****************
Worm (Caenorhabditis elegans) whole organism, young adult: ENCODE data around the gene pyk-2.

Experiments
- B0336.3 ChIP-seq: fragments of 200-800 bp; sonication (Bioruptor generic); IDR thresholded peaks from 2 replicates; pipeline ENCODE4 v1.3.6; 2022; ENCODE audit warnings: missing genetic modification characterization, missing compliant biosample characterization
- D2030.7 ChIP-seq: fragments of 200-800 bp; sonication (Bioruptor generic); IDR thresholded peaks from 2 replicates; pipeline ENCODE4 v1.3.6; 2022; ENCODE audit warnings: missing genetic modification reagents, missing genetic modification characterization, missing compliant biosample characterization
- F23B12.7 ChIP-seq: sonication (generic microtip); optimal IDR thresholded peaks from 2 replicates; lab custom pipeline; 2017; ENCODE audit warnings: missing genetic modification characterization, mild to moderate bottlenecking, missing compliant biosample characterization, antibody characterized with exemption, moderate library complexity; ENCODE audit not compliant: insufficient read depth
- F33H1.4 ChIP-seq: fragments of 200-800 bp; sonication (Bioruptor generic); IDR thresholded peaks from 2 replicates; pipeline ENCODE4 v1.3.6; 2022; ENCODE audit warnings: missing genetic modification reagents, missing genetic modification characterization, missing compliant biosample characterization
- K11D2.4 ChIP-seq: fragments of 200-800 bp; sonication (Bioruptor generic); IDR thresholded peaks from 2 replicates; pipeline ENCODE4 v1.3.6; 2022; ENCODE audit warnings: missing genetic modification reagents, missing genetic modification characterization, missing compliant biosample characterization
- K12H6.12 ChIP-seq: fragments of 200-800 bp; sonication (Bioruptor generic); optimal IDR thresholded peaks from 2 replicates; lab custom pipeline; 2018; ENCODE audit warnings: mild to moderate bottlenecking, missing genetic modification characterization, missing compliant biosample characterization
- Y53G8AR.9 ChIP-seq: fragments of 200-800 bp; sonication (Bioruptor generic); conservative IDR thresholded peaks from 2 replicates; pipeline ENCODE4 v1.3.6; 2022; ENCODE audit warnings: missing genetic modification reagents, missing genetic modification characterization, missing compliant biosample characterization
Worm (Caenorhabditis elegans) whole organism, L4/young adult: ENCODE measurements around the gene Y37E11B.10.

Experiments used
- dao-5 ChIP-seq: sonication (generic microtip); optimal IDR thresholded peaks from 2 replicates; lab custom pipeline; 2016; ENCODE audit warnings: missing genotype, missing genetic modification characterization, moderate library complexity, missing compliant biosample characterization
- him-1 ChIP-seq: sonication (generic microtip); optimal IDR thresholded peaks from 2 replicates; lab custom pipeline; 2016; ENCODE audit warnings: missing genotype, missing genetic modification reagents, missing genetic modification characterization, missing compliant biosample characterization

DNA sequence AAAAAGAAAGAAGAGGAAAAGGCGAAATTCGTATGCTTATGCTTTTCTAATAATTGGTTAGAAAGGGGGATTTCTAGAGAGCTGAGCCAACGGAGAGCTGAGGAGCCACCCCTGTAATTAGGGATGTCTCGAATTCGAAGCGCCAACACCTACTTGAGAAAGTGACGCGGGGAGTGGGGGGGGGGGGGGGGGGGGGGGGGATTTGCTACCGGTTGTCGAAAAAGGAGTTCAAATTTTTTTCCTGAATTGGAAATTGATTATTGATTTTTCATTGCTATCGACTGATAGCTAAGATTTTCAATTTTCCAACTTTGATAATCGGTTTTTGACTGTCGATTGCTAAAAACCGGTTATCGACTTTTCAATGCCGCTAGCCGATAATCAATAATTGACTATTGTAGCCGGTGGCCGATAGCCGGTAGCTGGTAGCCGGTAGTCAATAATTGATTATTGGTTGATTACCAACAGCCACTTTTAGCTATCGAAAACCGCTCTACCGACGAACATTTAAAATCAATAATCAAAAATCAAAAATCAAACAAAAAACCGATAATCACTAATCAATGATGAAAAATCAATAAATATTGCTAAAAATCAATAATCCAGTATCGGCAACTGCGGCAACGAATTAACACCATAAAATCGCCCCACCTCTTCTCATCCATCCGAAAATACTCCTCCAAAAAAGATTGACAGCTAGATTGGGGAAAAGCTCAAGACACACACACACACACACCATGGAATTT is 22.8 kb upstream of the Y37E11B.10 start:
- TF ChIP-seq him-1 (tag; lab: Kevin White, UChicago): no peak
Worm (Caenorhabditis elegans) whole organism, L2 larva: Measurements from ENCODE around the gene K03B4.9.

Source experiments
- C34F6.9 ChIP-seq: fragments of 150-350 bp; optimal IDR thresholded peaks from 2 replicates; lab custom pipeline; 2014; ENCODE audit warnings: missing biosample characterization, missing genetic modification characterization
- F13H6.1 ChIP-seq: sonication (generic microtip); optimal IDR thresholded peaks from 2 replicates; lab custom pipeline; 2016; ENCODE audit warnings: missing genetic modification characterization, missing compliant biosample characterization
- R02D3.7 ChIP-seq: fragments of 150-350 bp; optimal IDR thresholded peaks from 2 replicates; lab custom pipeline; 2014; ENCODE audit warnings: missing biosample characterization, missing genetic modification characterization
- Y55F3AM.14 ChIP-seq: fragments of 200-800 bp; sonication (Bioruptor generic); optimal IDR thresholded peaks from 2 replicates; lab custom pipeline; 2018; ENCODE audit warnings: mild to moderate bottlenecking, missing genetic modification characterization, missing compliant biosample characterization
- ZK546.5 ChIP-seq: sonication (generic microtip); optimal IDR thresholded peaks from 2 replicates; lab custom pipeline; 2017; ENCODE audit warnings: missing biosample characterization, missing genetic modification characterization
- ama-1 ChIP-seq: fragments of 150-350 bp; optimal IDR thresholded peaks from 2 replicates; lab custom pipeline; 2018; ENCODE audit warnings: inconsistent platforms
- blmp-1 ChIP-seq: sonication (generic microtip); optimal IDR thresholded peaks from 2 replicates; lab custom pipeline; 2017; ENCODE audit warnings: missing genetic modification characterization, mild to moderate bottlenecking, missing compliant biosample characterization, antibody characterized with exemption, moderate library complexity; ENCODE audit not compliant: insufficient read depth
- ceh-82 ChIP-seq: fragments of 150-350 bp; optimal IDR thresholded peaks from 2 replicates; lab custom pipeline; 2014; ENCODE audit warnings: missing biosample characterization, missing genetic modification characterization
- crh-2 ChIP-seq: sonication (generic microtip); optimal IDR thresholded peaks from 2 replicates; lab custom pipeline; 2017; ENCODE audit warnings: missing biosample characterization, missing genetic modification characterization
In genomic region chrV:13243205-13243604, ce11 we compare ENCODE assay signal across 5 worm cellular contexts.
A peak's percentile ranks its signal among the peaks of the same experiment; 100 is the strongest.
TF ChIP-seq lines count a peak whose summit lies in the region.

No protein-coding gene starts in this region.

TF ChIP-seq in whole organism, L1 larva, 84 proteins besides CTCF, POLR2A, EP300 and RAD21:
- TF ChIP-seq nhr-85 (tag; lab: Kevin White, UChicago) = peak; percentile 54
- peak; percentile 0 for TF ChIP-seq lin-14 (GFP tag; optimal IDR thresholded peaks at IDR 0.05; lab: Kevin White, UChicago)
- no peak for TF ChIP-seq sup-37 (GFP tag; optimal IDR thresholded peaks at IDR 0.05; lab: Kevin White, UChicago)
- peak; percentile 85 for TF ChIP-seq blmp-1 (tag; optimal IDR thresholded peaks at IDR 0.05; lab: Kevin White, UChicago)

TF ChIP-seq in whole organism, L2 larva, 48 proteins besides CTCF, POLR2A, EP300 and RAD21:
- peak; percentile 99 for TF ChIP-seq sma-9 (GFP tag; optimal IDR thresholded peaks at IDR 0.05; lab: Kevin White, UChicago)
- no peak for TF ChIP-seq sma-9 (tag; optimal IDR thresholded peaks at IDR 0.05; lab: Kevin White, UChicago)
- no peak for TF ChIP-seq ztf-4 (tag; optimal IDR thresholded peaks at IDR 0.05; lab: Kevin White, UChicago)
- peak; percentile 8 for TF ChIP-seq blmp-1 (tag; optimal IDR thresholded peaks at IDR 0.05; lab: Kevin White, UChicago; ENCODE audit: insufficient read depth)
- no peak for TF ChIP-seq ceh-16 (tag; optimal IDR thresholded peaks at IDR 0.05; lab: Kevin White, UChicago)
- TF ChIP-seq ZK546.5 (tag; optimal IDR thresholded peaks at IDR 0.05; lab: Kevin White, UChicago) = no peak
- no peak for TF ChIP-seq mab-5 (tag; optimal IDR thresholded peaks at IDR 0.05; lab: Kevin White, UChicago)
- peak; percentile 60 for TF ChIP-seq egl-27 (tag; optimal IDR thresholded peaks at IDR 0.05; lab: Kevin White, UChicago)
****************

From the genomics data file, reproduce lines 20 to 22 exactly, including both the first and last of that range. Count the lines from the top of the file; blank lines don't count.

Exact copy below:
- R02D3.7 ChIP-seq: fragments of 150-350 bp; optimal IDR thresholded peaks from 2 replicates; lab custom pipeline; 2014; ENCODE audit warnings: missing biosample characterization, missing genetic modification characterization
- Y55F3AM.14 ChIP-seq: fragments of 200-800 bp; sonication (Bioruptor generic); optimal IDR thresholded peaks from 2 replicates; lab custom pipeline; 2018; ENCODE audit warnings: mild to moderate bottlenecking, missing genetic modification characterization, missing compliant biosample characterization
- ZK546.5 ChIP-seq: sonication (generic microtip); optimal IDR thresholded peaks from 2 replicates; lab custom pipeline; 2017; ENCODE audit warnings: missing biosample characterization, missing genetic modification characterization